|RUMBLE TUMBLE: YCL cadre put on an acrobatic display in Gorkha during campaigning. Not all their activities are so peaceful. |
. As soon as voting ended on 10 April, the NC and UML complained to the Election Commission about intimidation and threats and boycotted vote counting. I filed a live report on this for Kantipur TV on the morning of 11 April and was immediately accosted by Amrit Upadhya, a local Maoist.
. An hour later, Maoist cadres forcibly pulled NC candidate Ramesh Bastakoti from a Kathmandu-bound bus and beat him up. Police took Bastakoti to hospital, but fearing another attack he ran away and hid in a bamboo grove behind the stadium. The Maoists tracked him down and beat him up again. When we arrived to report, the Maoists roughed up journalist Bhimlal Shrestha.
. Vote counting started on the night of 11 April. There was commotion outside. Lawyer Mohan Pokharel was running away from a group of Maoists who were attacking him. They said they wanted to exact revenge for "the blood of our 13,000 martyrs". Pokharel was leaving Gorkha because he felt it wasn't safe, but the YCL pulled him out of the bus at 13km and beat him up.
. On 12 April I got a call. "Not it's the turn of you journalists," an anonymous caller said. YCL activists were walking around with iron rods. They stopped people on the streets and forcibly searched their pockets and bags, sometimes taking away wallets and mobile phones. Some NC and UML activists went underground. Gorkha-based reporters were themselves so afraid they didn't file any of this news.
. I stayed at the counting centre at night on 12 April and told Maoist MP Parashuram Ramtel about the beatings and threats. He told me journalists wouldn't be harmed and we were free to report the facts. Maoist district in-charge Krishna Dhital and Secretary Chudamani Khadka said this wasn't party policy and said there might have been "infiltration". This worried me even more because it meant that if we were harmed the Maoists would simply blame someone else.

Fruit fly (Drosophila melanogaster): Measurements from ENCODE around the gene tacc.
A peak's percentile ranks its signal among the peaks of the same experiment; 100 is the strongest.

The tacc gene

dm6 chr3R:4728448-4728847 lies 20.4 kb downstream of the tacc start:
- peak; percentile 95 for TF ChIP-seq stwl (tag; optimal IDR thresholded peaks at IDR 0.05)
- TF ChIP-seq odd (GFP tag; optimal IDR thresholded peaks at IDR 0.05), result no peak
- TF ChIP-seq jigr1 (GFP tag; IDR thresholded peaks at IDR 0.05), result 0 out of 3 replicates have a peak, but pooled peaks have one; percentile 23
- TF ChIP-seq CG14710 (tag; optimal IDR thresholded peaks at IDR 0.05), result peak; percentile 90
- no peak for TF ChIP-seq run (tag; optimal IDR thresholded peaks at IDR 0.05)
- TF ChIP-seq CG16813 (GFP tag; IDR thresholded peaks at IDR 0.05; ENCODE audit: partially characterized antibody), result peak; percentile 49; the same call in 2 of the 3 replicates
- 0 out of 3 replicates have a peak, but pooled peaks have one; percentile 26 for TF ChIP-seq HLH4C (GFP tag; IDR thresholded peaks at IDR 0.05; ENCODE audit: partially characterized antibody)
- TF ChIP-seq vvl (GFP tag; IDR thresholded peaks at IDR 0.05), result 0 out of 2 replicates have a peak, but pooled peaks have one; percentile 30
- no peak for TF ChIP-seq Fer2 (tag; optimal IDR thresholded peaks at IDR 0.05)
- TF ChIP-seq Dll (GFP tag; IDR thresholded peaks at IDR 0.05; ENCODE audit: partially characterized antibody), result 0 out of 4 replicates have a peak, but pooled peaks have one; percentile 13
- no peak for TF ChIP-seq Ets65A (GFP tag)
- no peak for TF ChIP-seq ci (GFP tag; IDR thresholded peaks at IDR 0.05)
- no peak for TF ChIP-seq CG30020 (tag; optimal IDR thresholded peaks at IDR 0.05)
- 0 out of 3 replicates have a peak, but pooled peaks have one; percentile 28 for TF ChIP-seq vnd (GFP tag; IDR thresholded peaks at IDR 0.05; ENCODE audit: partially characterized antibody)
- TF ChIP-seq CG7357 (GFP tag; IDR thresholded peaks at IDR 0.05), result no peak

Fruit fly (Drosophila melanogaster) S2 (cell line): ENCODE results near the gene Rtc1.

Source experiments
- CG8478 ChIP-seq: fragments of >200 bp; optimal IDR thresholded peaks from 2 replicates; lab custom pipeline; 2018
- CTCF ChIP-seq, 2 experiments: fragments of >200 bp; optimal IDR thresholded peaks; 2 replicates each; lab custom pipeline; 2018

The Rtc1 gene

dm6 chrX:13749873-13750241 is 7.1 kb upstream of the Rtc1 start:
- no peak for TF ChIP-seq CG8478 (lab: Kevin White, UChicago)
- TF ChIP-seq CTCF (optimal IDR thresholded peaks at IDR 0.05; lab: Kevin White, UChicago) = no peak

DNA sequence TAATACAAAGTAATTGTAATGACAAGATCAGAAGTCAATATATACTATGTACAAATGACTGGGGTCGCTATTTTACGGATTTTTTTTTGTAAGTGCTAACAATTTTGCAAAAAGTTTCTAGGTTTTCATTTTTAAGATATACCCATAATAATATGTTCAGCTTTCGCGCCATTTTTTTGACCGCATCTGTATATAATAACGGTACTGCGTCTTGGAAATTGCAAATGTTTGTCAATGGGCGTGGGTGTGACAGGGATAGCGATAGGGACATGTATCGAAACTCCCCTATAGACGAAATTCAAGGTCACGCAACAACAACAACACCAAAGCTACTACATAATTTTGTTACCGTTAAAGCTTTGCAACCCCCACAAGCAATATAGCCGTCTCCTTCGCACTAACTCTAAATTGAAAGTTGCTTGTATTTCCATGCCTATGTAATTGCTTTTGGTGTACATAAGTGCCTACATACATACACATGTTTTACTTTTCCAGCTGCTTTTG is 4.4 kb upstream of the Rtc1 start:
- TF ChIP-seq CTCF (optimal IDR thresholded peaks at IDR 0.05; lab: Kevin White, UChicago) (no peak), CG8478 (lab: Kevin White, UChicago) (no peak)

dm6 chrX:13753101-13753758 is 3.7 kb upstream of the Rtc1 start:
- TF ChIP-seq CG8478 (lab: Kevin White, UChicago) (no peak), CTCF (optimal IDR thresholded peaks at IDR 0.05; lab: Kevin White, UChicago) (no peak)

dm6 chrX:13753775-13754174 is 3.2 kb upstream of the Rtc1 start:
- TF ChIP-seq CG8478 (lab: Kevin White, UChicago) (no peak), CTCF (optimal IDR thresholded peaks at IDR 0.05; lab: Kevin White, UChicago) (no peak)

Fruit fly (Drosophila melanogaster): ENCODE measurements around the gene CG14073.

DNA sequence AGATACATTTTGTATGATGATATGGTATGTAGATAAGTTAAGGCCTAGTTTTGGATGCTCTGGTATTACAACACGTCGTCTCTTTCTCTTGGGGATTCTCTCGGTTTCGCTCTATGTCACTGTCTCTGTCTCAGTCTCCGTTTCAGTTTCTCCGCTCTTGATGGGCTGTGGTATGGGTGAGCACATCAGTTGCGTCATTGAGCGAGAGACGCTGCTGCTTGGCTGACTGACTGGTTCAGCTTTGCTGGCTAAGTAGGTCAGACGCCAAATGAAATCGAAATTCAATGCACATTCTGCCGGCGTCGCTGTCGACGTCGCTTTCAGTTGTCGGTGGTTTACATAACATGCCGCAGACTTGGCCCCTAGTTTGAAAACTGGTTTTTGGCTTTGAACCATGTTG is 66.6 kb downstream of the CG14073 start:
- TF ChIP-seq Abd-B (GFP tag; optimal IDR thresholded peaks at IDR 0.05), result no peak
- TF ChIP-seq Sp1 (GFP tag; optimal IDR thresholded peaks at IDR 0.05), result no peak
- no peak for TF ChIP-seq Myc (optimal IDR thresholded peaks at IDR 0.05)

. The obstructions and threats had actually started during the election campaign itself. When we reported on excesses they accused us of being anti-Maoist. "Kantipur is a capitalist newspaper, the battle from now is against Kantipur," Maoist district secretary Chudamani Khadka said. We thought this would stop after the elections, but it hasn't.
. On 13 April, New Year's Day, it was still tense. The man mainly responsible for the threats against the media is Amrit Upadhaya, whose exact designation in the party is not clear but he used to be in college with me until he went underground.
. On 14 April it was announced that Babruam Bhattarai had won by 40,000 votes. All three constituencies in Gorkha went to the Maoists.
. The Maoists had planned a victory rally for 15 April. The Maoists threatened us again, saying they'd chase us away "like dogs" if we dared cover it. Chudamani Khadka told us we'd have to walk inside the YCL security cordon. But we feared another attack and left the rally.
. By 17 April we thought the situation had returned to normal and went to Manakamana. But on return, the Maoist threats started again. This time they said they would analyse everyone's election coverage and take action.
. The final results of the PR ballot were also out, but reporting in Gorkha had become hazardous to our health. The police didn't tell me what kind of threat they received, but on 20 April they put me in a van and drove me to Kathmandu where I am now.
Damodar Neupane is the Gorkha correspondent for Kantipur daily and Kantipur TV.